Types of Evidence
Applying DNA & Forensic Evidence to Your Criminal Defense Case
Curious about the types of evidence that are used in criminal trials, appeals, and post-convictions? The study and application of DNA and forensic evidence is a core practice here at RaquinMercer.
Steve Mercer’s litigation experience in private practice and as the chief attorney for the Forensics Division of the Maryland Office of the Public Defender has focused on DNA/forensic science. Now he has partnered with Isabelle Raquin to provide DNA/forensic science solutions for defense attorneys.
Contact RaquinMercer today for information on consulting with Steve and Isabelle about discovering problems with DNA/forensic science in your case and developing solutions as robust as your need.
The most common types of biological evidence include blood, saliva, skin cells, perspiration, and more. Typically, the dual aim of the testing is to indicate the type of biological evidence and provide sufficient samples of biological evidence to allow DNA profiling. DNA is touted as the “gold standard,” but not all DNA is the same. The relentless demand for DNA evidence in criminal prosecutions and the development of swifter, more sensitive testing methods create opportunities for error in source attribution and the identification of bodily fluids.
Weapons evidence consists of:
- Firearms: handguns, rifles, or shotguns
- Ammunition: spent casings, fired projectiles, bullet fragments, and unfired bullets
- Gunshot residue: also known as GSR
Like other methods developed to produce evidence for use in criminal prosecutions, the discipline relies heavily on an examiner’s subjective judgment that is formed using a methodology, which lacks foundational reliability.
Fingerprint evidence consists of comparisons between “10-prints” (fingerprints collected from a known person) and latent prints (only partial prints of one or more fingers collected from evidence associated with a crime). Similar to other pattern impression disciplines created by and for law enforcement, there are gaps in the methodology when applied to complex real-world conditions that can bias an examiner’s subjective judgment.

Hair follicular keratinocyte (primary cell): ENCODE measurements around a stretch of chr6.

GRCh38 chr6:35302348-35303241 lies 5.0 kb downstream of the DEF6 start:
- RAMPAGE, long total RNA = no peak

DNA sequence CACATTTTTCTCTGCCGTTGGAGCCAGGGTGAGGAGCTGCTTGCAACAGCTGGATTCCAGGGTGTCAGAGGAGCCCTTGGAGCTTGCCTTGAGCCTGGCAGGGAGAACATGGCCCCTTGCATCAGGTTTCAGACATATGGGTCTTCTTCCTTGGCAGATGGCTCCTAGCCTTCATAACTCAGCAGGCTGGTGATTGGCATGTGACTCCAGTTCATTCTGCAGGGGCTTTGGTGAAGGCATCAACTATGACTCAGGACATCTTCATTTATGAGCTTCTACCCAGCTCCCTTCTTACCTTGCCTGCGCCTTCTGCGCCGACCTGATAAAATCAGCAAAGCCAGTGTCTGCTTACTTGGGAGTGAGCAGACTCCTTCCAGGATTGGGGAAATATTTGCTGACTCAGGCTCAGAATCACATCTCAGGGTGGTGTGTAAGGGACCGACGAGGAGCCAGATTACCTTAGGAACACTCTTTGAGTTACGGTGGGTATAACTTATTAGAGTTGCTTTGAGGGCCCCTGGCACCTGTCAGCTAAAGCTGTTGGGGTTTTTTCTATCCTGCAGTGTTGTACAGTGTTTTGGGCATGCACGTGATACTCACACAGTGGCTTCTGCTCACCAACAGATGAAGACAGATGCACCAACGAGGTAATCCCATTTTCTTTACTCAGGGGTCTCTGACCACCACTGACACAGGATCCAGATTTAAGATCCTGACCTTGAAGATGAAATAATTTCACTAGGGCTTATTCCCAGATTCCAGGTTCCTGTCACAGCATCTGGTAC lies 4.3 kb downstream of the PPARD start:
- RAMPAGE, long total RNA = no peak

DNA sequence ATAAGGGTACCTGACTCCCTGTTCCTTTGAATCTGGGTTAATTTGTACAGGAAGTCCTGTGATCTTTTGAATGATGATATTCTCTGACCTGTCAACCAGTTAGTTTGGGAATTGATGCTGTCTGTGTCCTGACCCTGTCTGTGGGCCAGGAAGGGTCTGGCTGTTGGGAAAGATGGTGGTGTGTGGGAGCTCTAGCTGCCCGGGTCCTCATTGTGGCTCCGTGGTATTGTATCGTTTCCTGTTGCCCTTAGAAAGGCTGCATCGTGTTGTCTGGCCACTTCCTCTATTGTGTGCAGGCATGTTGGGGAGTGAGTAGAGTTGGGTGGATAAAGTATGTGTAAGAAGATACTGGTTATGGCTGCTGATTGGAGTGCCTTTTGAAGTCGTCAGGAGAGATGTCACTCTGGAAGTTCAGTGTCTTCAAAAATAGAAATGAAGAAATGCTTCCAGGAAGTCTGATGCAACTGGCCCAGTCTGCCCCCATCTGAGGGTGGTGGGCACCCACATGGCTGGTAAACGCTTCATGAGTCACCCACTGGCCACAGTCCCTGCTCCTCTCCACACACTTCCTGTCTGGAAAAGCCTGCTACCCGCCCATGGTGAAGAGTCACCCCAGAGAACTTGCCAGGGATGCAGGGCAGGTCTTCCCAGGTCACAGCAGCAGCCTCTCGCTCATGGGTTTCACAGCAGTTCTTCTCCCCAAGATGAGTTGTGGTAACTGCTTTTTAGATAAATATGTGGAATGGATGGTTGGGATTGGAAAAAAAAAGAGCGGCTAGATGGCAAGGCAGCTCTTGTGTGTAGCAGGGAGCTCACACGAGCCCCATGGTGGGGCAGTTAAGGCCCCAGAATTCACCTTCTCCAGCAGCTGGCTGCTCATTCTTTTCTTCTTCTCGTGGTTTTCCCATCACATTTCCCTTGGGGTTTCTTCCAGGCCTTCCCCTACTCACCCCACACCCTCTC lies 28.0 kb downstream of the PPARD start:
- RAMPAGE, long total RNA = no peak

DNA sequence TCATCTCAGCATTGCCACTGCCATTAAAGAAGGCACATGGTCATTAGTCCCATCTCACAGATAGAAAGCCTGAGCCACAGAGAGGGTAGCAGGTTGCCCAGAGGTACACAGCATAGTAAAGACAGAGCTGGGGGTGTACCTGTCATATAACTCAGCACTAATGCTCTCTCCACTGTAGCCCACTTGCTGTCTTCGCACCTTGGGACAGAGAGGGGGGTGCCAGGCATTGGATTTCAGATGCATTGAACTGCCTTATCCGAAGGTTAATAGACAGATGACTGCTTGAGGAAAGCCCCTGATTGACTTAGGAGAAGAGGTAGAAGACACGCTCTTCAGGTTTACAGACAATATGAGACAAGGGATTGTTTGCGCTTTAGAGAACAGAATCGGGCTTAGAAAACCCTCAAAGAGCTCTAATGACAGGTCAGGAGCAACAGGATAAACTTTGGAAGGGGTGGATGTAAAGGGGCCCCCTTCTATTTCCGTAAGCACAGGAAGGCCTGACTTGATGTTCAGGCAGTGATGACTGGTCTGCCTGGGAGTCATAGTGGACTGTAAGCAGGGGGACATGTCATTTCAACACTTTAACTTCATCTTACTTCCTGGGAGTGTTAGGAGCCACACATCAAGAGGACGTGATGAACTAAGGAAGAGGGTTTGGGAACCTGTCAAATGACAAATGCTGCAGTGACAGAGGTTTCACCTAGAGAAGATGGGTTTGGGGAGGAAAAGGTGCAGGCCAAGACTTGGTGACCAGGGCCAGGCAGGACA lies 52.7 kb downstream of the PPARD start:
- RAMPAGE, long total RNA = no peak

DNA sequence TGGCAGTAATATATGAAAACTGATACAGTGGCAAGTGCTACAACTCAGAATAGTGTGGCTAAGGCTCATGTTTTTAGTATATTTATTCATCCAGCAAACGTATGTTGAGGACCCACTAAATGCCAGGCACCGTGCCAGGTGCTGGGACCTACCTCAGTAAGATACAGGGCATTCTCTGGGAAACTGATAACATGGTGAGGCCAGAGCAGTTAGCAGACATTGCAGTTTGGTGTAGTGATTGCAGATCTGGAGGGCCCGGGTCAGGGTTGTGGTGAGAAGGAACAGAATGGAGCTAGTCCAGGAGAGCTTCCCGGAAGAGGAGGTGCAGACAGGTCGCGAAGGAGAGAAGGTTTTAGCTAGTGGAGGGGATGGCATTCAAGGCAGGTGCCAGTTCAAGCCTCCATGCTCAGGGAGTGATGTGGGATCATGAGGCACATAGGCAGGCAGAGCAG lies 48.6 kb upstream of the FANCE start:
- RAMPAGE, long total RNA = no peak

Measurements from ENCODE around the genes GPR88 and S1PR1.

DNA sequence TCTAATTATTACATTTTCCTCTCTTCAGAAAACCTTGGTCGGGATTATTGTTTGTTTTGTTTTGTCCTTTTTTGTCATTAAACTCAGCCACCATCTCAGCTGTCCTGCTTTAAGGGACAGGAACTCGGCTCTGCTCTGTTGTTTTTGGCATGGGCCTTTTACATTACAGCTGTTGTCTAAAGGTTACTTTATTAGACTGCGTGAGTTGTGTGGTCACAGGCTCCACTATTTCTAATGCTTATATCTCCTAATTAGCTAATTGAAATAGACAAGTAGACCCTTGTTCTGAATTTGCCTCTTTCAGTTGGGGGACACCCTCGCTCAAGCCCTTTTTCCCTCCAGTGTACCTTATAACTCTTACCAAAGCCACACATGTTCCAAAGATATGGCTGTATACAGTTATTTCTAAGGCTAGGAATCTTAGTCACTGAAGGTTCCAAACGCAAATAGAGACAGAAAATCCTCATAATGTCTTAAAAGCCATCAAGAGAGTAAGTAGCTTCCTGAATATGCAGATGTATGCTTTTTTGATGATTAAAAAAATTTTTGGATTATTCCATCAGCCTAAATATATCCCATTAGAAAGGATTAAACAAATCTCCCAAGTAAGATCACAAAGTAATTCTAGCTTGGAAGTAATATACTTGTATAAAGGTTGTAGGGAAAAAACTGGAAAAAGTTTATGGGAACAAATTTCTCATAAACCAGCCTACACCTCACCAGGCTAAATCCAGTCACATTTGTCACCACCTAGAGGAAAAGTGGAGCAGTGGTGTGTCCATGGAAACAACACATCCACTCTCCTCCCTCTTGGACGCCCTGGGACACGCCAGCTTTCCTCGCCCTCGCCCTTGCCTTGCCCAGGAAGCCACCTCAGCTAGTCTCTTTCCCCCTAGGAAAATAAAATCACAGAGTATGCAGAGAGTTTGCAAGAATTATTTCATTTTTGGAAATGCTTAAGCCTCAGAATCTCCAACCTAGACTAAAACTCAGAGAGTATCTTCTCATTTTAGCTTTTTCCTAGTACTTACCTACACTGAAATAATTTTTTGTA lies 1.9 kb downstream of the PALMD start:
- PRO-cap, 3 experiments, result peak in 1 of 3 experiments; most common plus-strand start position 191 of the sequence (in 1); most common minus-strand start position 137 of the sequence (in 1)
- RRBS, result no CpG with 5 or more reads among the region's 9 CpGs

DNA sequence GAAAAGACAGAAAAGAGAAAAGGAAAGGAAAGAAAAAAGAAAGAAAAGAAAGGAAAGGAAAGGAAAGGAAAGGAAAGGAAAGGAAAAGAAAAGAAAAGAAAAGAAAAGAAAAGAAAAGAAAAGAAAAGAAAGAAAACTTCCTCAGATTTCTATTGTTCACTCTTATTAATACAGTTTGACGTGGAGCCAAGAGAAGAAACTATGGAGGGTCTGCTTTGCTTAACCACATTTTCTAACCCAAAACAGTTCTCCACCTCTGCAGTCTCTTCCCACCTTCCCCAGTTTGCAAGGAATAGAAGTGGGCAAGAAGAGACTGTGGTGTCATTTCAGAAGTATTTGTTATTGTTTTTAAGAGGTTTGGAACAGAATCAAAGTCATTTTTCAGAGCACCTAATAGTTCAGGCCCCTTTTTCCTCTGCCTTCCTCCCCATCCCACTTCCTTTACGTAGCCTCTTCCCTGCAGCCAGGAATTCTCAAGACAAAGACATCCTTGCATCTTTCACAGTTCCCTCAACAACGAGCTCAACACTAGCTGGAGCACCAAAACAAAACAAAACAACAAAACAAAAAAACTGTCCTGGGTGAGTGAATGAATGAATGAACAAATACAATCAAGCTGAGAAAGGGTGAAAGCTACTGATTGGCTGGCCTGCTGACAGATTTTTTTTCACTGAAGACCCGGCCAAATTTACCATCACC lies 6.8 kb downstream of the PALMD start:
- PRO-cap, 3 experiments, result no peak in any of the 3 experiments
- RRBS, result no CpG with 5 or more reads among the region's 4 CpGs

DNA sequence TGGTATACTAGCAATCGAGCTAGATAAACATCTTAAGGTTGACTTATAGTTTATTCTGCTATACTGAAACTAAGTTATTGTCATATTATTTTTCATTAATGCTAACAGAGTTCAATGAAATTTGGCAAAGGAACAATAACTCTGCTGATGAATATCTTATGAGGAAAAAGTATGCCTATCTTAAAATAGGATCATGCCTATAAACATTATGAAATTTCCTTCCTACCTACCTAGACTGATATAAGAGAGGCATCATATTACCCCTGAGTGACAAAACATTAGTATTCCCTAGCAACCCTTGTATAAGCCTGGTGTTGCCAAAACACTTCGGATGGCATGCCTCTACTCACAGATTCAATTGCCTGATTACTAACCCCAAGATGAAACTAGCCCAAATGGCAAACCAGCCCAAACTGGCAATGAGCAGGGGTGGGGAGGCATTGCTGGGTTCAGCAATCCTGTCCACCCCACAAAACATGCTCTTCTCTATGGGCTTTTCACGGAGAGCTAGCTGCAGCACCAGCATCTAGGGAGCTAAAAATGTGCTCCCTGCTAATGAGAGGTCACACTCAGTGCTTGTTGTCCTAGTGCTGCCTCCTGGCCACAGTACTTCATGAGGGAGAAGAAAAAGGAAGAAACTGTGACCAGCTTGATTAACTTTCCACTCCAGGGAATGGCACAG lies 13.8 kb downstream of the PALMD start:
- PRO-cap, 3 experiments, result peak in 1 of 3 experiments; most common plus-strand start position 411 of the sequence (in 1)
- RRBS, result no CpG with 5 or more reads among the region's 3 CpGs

Drug evidence includes drugs and drug paraphernalia like pipes, spoons, or papers found at a scene or on a person or used in a transaction. The scientific community has demonstrated the validity of certain drug testing methods, such as gas chromatography/mass spectrometry (GC/MS) or thin-layer chromatography (TLC), when used in accordance with validated protocols. The existence of reliable protocols does not, however, mean the protocols were actually followed by a law enforcement laboratory in real-world conditions. Testing of residue and synthetics are particular areas of concern.
Trace evidence describes the category of evidence that includes small, possibly microscopic material. It covers a wide variety of evidence, but most typically involve hair and fibers. A microscopic examination for optical similarities between questioned hairs or fibers and known hairs or fibers is a methodology unique to law enforcement, and the process is highly vulnerable to examiner bias, error, and exaggerated statements about weight and uniqueness. Gas chromatography/mass spectrometry (GC/MS) has long been the accepted method for qualitative analysis of synthetic fibers, but the collection and analysis of trace evidence and the reporting of results can be susceptible to error due to contamination, transfer, and bias.
Electronic and printed data include documents and electronics, as well as video and audio recordings and other forms of surveillance. Digital evidence is highly vulnerable to errors because the objective of a forensic analysis of digital evidence is not a purely qualitative undertaking. The purpose is to obtain evidence that implies the actions of a person associated with the data. Examiners may not account for systemic error in data collection. This problem is compounded by tunnel vision and a failure to consider alternative explanations for the data.
Medical & Pathology Evidence
Medical and pathology evidence include cause and manner of death, nature and extent of injuries, and accidental or non-accidental causes of trauma. Because the cause and manner of death or injury are inherently opinions, subjective judgment is required to formulate these legally non-binding conclusions. Often the circumstances of a death or injury, in particular the history provided by a caregiver, inform the degree of certainty for a doctor’s judgment—rather than empirical data establishing the foundational validity of an underlying medical or scientific phenomenon.
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Creative Evidentiary Solutions for Your Legal Needs
At RaquinMercer, not only do we strive to provide excellent customer service, but we also want to ensure you understand all of your available legal options. We enjoy the fight inherent in criminal cases and love to challenge every aspect of our clients’ cases, every step of the way. We thrive on the complexity of cases involving forensic science; no case and no science is too difficult for us to comprehend or too hard to contest.
To learn more about our professional criminal defense attorneys serving Rockville, Potomac, DC, and other surrounding areas, contact us today!